Like a lot of Black people, actor Anthony Anderson has a complicated relationship with the N-word.
On one hand, the Black-ish star uses it as a term of endearment among family and friends. On the other hand, he never utters the word in mixed company and he tenses up when certain people say it.
“I’ve been to South Africa a few times and it’s the first word out of their mouths when they greet me,” Anderson, 45, said during a recent teleconference with reporters promoting the ABC sitcom. The second season of Black-ish kicks off tonight with an episode all about the epithet and how we as a people handle it.
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“The first time I heard it, it was like nails across a chalkboard,” he added. “I thought back to Richard Pryor and the first time he went to Africa and how he would never say nigger again because he didn’t see any niggers there. That’s how I felt. Getting off a plane in the motherland, and being embraced by my people and the first thing they say to me is ‘nigger’ and the way they say it, it hurt to hear that. Even though I know they didn’t mean any hurt behind it, it hurt to hear that.”
Anderson, who was recently nominated for an Emmy for his portrayal as husband and father Dre Johnson, will bring the internal conflict he feels for the N-word to the episode. Rainbow (Tracee Ellis Ross) and Dre’s youngest son Jack (Miles Brown) gets the proverbial ball rolling when he says the word while performing Kanye West’s “Gold Digger” at a school talent show landing himself in a whole heap of trouble.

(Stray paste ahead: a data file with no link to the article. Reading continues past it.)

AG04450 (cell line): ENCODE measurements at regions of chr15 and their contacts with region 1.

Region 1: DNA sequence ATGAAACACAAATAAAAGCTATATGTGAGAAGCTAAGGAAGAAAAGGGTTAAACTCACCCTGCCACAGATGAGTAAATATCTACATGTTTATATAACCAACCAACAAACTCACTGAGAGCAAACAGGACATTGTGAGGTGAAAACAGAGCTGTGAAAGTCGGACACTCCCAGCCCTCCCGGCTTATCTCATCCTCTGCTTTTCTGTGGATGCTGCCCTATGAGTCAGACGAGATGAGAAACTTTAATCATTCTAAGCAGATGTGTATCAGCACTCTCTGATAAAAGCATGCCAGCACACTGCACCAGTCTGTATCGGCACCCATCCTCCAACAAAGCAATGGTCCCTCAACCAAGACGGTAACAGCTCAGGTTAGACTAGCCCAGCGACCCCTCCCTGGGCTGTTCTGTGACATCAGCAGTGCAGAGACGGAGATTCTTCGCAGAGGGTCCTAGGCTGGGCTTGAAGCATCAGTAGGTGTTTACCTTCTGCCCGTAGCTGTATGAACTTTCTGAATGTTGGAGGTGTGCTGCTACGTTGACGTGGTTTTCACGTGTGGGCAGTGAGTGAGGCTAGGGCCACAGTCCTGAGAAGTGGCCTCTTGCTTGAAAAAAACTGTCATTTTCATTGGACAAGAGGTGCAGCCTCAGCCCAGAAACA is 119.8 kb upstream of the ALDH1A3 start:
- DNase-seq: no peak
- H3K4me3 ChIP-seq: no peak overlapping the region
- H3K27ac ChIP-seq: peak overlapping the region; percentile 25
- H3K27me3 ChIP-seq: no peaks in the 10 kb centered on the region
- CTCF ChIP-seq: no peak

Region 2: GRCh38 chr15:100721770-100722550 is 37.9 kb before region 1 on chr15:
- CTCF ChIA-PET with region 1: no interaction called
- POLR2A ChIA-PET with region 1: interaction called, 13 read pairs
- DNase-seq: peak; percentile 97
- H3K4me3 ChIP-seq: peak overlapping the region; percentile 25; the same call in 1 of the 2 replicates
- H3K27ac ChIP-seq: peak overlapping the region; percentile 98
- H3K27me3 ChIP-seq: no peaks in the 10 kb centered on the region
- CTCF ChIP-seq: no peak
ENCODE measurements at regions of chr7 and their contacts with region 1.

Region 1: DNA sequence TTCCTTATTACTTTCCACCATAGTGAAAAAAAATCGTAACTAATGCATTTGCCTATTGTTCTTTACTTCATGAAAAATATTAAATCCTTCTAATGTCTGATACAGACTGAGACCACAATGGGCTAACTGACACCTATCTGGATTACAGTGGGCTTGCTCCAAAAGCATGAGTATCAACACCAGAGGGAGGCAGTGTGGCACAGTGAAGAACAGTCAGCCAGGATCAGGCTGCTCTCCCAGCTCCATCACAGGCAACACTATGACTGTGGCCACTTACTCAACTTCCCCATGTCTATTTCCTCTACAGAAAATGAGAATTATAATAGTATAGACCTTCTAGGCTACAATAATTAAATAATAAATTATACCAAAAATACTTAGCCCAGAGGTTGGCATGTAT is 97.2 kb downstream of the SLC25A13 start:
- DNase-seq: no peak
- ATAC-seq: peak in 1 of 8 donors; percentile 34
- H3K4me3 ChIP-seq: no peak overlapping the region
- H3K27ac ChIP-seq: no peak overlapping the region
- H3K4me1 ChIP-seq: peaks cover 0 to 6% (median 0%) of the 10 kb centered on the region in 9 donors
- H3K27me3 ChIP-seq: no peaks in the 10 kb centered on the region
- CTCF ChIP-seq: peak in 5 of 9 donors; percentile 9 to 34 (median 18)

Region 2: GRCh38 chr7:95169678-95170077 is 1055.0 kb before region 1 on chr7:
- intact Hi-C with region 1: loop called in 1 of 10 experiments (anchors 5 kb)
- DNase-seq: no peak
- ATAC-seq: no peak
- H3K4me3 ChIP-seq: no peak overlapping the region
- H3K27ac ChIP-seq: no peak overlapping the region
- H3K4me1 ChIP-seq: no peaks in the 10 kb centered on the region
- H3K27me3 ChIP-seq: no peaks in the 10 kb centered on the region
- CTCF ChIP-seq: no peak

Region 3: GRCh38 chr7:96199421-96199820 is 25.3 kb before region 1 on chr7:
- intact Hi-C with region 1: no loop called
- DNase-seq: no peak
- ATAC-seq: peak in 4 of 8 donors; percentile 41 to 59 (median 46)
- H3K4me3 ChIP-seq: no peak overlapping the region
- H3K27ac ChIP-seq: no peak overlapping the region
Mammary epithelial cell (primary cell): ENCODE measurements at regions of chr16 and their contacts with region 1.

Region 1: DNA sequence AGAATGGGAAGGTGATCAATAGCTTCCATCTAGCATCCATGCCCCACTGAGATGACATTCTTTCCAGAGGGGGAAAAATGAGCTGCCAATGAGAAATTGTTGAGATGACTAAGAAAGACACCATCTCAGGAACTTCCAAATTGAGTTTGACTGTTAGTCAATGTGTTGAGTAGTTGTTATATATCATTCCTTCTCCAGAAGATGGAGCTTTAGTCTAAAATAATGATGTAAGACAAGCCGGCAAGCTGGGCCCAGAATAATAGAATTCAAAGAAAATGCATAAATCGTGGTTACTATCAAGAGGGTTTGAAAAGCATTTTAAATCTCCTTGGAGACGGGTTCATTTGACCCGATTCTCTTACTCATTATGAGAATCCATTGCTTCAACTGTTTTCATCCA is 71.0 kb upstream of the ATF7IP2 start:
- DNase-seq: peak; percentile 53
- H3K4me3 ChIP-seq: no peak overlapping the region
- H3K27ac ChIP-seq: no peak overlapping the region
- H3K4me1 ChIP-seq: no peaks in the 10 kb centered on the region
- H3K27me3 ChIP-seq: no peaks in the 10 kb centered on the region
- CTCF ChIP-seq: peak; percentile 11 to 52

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And just like that Dre and Rainbow and pretty much the whole family and even Dre’s co-workers are discussing the word, how it’s used and who can say it. Kenya Barris executive produces Black-ish and co-created the series with Anderson. Like his star, he struggles with whom can use the word and why.
The word became a hot-button topic in his household when he found out his 16-year-old daughter’s non-Black friends were using the word just a little too comfortably. Hearing non-Black fans say the word at Jay-Z concerts is also jarring for Barris, he said.
“We explore all of this, as much as we can in 22 minutes,” Barris said. “It’s a polarizing but galvanizing word. We hope people don’t read more into it than we meant. But this is a conversation this family would have. Black Twitter is a powerful force and we want them to weigh in.”
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The only problem is too many Black viewers might be paying closer attention to Fox’s hit hip-hop soap Empire, which also roars back for a second season tonight. Although Black-ish premiered first, Empire is a bigger hit among African-American viewers. When the drama debuted earlier this year—Black-ish debuted in fall 2014—it nabbed a third of the comedy’s Black audience. Now, only a quarter of the viewers who watch Black-ish are Black. But Anderson and Barris are hopeful that subjects such as the N-word will attract new Black viewers and inspire old ones to come back.
“We encourage fans to DVR Black-ish,” Barris said. “After all, we are not a monolithic group and we have a lot of different points of view.”
Black-ish Season 2 premieres tonight at 9:30 p.m. ET on ABC.